The Kawasaki C-2 strategic transport has made its debut at Paris, appearing in the static park alongside its cousin, the P-1 maritime patrol aircraft.

Though the two aircraft have a very different appearance and mission, they share a number design elements including the same wing and cockpit windows.

The pair form the centrepiece of a major Japanese commitment to the show involving some 65 defence personnel, including Masahito Goto, a major general in the Japan Air Self Defense Force. An engineer by background, Goto is also deputy director of Tokyo’s Acquisition, Technology, and Logistics Agency.


Max Kingsley-Jones / FlightGlobal

He says a crucial requirement for the C-2, which is roughly the size of the Airbus Defence & Space A400M, is the ability to fly fast and far, allowing it to perform both tactical and strategic missions. Though this is its first Paris appearance, the aircraft visited the Dubai air show in 2017 and Australia’s Avalon air show in February this year. The primary purpose of exhibiting the C-2 and P-1 is not to generate sales interest but to show off Japanese technological prowess and promote the idea of joint development work, says Goto.

Goto says the C-2 has been cleared for a full range of missions in JASDF service, including air drops of cargo and personnel, receiving fuel while airborne, low level flight, and formation flight.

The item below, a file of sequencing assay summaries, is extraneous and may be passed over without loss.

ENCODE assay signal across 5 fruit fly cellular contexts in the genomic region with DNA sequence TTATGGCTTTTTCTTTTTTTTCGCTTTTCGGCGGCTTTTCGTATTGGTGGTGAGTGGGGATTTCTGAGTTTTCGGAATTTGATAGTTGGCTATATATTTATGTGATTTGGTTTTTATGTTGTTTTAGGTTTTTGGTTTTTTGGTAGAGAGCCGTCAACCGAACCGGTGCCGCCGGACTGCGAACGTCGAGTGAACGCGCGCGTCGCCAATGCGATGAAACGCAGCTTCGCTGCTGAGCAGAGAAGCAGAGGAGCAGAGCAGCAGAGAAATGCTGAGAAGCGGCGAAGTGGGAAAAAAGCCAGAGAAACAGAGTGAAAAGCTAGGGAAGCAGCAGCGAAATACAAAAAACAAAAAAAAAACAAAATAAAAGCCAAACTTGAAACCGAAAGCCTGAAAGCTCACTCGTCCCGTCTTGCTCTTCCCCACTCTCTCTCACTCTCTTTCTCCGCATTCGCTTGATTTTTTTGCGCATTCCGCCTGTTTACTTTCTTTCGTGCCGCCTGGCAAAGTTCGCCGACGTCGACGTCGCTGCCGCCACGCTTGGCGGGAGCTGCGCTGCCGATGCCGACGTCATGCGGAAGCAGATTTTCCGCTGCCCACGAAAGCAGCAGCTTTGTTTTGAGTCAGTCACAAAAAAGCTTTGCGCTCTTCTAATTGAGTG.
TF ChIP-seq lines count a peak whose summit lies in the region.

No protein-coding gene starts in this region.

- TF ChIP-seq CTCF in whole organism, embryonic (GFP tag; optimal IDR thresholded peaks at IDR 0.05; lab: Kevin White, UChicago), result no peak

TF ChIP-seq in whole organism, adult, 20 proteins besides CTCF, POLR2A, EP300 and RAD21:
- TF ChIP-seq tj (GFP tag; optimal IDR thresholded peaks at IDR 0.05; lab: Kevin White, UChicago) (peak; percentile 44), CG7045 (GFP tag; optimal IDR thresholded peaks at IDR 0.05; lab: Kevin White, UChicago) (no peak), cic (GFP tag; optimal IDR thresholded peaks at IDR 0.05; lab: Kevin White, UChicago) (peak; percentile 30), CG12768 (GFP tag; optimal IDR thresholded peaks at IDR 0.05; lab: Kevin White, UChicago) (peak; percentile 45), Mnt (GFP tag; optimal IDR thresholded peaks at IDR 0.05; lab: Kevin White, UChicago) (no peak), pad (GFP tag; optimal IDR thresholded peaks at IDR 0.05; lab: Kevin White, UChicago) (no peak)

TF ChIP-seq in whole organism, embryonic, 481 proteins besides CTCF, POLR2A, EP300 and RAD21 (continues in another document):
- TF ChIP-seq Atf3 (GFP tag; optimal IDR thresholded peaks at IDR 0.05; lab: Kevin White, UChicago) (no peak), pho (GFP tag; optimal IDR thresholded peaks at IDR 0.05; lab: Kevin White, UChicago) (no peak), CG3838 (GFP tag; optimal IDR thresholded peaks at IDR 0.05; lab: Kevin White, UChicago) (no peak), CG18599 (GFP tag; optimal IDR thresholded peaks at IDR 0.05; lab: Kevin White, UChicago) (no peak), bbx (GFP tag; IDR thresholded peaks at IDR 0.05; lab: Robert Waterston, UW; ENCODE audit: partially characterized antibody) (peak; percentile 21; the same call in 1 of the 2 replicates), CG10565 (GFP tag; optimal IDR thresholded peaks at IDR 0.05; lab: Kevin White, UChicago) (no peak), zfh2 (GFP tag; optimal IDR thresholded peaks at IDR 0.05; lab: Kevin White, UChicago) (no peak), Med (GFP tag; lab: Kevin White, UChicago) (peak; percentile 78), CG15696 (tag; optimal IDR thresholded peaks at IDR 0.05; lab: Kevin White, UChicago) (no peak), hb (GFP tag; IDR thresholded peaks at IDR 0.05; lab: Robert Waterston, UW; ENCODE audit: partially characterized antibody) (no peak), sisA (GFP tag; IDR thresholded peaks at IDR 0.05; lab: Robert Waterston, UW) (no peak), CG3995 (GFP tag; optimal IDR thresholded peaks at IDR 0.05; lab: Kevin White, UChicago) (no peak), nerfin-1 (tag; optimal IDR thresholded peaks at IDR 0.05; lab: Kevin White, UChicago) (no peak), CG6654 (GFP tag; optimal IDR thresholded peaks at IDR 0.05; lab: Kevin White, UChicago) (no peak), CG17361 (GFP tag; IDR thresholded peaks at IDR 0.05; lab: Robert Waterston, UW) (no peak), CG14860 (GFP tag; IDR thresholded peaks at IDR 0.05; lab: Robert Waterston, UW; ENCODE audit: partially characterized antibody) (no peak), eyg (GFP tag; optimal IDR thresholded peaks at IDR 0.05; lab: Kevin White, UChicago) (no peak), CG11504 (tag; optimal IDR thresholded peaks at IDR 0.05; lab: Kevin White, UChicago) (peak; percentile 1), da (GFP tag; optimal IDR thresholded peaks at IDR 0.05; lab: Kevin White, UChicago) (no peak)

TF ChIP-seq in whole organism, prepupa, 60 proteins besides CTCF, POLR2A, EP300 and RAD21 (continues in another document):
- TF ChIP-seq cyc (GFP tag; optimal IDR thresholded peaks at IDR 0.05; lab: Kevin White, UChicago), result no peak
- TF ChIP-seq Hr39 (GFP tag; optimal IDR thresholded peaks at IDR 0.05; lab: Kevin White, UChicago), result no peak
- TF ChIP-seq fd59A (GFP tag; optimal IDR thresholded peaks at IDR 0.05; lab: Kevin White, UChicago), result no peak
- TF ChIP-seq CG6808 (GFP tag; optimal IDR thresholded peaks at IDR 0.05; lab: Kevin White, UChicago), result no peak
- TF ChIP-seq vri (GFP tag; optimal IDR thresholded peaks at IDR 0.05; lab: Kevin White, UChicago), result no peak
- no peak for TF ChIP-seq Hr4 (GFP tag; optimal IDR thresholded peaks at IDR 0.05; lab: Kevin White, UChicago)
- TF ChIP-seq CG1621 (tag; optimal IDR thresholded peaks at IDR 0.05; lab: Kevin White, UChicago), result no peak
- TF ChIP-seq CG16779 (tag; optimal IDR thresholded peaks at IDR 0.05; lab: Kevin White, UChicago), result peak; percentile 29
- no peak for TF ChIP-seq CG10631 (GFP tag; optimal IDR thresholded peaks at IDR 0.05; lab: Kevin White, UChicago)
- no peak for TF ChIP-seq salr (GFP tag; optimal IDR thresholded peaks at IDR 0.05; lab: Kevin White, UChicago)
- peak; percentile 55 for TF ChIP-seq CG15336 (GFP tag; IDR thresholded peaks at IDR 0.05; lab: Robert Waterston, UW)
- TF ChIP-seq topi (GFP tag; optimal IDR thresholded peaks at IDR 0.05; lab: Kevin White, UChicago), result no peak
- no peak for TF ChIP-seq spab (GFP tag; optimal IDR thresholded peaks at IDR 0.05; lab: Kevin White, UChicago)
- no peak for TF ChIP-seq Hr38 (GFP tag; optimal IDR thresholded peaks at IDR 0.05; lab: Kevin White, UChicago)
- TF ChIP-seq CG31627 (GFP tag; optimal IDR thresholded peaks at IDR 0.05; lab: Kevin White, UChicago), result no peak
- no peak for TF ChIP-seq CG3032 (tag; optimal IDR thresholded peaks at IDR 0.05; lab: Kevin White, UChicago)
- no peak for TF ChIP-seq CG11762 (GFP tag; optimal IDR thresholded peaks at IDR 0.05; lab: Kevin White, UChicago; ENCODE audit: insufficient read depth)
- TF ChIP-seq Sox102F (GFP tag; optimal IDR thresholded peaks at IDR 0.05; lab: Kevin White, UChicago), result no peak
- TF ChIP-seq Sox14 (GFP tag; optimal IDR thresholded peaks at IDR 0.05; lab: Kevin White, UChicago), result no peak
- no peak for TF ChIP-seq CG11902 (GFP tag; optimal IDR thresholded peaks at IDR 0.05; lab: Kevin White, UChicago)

There are eight C-2s in Japanese service, not including two prototypes developed for the programme. Eventually the JASDF could obtain up to 30 examples, if budget permits.

One of the prototype C-2s, which Tokyo designates LRX, has been modified as an experimental signals intelligence (SIGINT) aircraft. Goto says that the work is purely experimental but, if successful, it could pave the way for a dedicated SIGINT version of the type.

Goto’s colleague, Rear Admiral Naoya Hoshi, says the P-1 has performed very well in Japan Maritime Self-Defense Force service, with considerably better range, performance, and sensing capability than the Lockheed Martin P-3 Orion it will replace. He says that Tokyo has 21 P-1s in service and could take up to 70 examples if finance permits.

The C-2 is powered by two General Electric CF6 turbofans, while the P-1 is powered by four IHI Corporate F7 engines.

Goto also touched on Tokyo’s high-profile plans to develop a replacement for the Mitsubishi F-2 fighter, known variously as the F-3 or Future Fighter.

He stresses that Tokyo is still evaluating its options on how best to proceed. The three major options are a fully indigenous fighter, co-development, or a derivative of an existing aircraft. Tokyo is certain, however, that it wants to lead the effort, and would like to start “as soon as possible.”

Read all the latest news and information from the 2019 Paris Air Show on our dedicated page